The purpose of this paper was to explore coach–athlete ‘talk in action’ during performance analysis feedback sessions. Our goal was to examine how interactional tasks are accomplished through the use of talk. Coach–athlete interactions were recorded within six home match video-based feedback sessions, over the course of a 10-month English Premier League Academy season. Interactions within the sessions were recorded and transcribed using a conversation analysis approach. Analysis of the interactions revealed that the coach attempted to exercise control over the sequential organisation of the sessions, via asymmetrical turn-taking allocations, an unequal opportunity to talk, control over the topic of discussion within the interactions and the use of questioning to select speakers to take turns to talk. The findings are principally theorised through the work of Bertram H. Raven in an attempt to explain the social organisation of power within the institutional context. The conclusion emphasises the importance of coaches becoming more aware of the likely impact of such interactional practices upon athlete learning.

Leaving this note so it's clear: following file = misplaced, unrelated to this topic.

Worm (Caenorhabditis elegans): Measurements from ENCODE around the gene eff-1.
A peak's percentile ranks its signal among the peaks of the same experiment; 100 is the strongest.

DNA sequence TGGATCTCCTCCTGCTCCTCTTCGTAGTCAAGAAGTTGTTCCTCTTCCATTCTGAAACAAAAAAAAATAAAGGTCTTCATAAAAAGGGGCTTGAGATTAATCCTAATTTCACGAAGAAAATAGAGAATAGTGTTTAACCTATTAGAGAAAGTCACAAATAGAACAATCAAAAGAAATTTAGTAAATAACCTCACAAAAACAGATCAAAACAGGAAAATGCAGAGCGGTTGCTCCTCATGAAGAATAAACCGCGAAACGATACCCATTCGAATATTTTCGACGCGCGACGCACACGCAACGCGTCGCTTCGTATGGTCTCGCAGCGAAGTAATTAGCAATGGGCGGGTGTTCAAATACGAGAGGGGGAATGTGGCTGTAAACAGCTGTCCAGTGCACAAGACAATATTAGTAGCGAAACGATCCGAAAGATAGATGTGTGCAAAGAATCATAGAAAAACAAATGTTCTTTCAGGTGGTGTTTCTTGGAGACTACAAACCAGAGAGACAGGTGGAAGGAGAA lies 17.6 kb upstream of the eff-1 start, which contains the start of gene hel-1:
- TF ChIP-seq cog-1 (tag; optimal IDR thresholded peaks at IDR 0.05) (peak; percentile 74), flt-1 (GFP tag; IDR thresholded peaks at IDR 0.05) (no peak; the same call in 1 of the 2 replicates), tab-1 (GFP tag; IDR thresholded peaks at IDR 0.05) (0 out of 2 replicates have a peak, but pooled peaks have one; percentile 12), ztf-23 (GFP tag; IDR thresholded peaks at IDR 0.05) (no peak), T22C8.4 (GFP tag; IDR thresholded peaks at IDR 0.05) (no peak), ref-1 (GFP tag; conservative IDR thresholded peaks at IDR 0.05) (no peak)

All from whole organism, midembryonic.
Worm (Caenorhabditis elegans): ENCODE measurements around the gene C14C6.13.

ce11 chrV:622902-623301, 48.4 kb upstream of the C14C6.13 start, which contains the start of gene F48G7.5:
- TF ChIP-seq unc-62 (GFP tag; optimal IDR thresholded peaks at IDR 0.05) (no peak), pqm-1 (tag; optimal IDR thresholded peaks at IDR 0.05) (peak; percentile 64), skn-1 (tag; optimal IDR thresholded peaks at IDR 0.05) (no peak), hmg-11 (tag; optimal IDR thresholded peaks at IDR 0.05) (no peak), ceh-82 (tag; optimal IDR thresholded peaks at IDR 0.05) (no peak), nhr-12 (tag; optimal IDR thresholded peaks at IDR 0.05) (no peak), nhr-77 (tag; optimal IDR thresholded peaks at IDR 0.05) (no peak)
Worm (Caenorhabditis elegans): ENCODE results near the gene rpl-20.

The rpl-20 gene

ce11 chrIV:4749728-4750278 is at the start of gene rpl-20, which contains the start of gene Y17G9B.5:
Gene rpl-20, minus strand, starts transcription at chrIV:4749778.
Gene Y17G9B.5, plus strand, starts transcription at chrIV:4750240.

|Number of pages||458|
|Journal||Qualitiative Research in Sport, Exercise and Health|
|Publication status||Published - 2012|
- performance analysis
- conversation analysis